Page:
Their seventh single album Blue and title track “Honeymoon” came just six months later. The boys kept fans full with both Korean and Japanese comebacks as well as solo activities (see Jongup’s “Try My Luck,” Yongguk’s “Yamazaki,” and Zelo’s “Howler” for example). “Honeymoon” was definitely different from any of B.A.P’s past title tracks. It was also a stylistic choice (yes, we’re talking about Daehyun and Youngjae’s experimentation with pink hair and Himchan and Jongup’s mullets...especially Jongup’s).
The group rounded off the year with another intense title song, “Hands Up.” A fitting song for the end of the year, the lyrics shout at listeners to reach their hands up towards their dreams and to keep holding their heads high. It’s almost bittersweet that the uplifting track is possibly their last as a six-member group.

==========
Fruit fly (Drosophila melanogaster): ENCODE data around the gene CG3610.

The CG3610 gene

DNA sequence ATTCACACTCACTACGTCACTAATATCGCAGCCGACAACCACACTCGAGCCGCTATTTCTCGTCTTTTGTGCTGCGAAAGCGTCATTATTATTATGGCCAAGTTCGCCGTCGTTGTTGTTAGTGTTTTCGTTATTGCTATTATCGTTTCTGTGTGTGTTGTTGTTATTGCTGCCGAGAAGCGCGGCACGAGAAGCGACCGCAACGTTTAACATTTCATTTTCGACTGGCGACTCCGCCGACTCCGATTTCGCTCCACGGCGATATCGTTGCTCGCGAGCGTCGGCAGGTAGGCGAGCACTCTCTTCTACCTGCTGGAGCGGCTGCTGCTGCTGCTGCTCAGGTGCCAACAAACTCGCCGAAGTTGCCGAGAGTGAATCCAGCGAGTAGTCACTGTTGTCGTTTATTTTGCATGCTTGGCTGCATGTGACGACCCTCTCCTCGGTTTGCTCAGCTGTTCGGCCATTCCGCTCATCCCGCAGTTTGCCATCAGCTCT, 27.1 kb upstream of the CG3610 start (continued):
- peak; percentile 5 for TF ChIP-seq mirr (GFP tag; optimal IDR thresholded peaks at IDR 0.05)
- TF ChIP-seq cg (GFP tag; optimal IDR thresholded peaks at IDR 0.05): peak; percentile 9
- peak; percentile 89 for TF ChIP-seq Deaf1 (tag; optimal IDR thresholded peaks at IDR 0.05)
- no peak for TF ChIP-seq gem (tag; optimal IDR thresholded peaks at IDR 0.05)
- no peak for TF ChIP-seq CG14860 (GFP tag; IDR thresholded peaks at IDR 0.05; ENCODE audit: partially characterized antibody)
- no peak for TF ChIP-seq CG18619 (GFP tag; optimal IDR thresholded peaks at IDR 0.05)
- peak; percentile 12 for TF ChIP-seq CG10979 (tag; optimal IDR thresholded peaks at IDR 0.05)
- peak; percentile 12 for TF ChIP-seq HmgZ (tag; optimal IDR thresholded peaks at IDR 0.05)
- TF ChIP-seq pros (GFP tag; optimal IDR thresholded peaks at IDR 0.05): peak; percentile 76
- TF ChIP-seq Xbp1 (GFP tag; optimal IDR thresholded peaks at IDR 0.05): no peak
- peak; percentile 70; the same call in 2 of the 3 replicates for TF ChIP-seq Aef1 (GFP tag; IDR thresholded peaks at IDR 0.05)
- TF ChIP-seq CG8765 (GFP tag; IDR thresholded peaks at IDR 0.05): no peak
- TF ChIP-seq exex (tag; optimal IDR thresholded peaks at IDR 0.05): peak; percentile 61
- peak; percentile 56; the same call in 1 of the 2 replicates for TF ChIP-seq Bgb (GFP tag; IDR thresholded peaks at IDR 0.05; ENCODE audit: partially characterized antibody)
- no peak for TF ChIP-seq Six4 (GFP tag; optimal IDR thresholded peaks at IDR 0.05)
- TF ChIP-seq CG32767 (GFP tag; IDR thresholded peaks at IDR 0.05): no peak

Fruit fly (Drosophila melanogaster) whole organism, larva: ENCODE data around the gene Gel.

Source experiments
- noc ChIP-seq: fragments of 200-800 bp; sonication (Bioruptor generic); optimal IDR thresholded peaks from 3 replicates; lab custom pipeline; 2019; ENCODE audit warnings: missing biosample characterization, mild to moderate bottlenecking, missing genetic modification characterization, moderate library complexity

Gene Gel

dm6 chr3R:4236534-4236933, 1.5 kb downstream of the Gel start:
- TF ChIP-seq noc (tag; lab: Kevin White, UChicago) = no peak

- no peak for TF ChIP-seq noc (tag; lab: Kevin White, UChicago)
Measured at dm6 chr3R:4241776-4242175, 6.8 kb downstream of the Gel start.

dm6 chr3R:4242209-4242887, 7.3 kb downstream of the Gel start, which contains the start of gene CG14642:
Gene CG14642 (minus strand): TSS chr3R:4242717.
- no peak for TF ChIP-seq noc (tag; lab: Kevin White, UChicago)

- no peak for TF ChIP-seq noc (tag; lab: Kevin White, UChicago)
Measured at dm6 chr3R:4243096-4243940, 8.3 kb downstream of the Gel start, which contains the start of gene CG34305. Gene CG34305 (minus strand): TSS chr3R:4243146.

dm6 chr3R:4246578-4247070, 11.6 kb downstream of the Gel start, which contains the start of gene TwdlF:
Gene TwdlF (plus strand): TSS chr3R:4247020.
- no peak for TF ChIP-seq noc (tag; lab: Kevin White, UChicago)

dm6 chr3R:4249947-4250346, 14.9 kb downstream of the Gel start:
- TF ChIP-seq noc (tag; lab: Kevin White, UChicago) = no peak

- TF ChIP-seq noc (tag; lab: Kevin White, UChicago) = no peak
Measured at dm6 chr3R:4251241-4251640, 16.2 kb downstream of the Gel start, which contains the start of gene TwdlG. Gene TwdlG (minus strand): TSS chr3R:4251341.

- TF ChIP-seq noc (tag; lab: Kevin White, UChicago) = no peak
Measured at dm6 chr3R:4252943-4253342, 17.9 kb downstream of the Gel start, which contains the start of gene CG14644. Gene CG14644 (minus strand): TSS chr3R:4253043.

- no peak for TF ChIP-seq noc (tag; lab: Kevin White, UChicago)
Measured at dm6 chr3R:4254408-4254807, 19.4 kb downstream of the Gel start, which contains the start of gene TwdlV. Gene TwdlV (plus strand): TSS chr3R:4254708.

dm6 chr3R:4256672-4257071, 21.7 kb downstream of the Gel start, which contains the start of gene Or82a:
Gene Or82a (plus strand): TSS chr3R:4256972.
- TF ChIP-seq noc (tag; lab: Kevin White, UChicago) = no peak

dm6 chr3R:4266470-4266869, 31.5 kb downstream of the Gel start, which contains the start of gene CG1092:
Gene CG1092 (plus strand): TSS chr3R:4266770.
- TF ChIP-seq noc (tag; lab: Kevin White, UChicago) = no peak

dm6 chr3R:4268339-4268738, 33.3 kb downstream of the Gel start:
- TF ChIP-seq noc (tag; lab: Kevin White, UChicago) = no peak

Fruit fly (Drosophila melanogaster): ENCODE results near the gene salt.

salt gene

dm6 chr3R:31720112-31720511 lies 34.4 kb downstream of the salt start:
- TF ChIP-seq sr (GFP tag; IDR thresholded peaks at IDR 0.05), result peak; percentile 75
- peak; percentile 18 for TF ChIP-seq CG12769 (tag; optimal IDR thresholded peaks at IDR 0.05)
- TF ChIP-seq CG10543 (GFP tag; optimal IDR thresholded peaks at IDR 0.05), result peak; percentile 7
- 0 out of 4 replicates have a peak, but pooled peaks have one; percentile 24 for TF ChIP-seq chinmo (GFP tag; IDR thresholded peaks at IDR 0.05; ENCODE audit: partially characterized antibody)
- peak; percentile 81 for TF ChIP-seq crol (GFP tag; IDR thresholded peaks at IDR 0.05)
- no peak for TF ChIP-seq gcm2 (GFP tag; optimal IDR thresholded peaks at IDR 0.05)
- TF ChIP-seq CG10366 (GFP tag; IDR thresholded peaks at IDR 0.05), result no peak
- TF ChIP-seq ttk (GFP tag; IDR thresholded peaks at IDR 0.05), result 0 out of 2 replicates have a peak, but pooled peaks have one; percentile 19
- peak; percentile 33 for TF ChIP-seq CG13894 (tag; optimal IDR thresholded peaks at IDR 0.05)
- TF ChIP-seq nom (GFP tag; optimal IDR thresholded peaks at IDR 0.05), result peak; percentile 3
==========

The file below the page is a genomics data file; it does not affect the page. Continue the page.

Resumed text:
Unfortunately, on August 23, 2018, it was announced that Yongguk decided not to renew his expired contract with TS Entertainment. During their B.A.P 2018 Live Limited in Seoul concert on July 22, the boys confided in the crowd, sharing that despite the uncertainty of the future due to the different contract termination dates, BABYz have always been their source of energy.
It’s currently a state of uneasiness in the B.A.P fandom, but to ease some worries, Yongguk posted a letter on Instagram on August 26, where he notably stated: “I plan to engrave my gratitude deep inside my heart and never forget it. Thank you for giving me far more love, support, and encouragement than I deserved. Please continue to look after B.A.P and the B.A.P members, whom I care about more than anything else [in the world], in the future. And wherever I am, I will always continue to push forward and make music as former B.A.P leader, Bang Yong Guk. Please keep an eye on me. As always, I love you, and I respect you.”
We see B.A.P’s influence in groups including MONSTA X and BTS. They’ve gathered several remarkable accomplishments under their belts, and it’s only fitting that they get the recognition they deserve. While the future remains unclear, we hope for nothing but the best for all the members of B.A.P!
Keep up with the members here: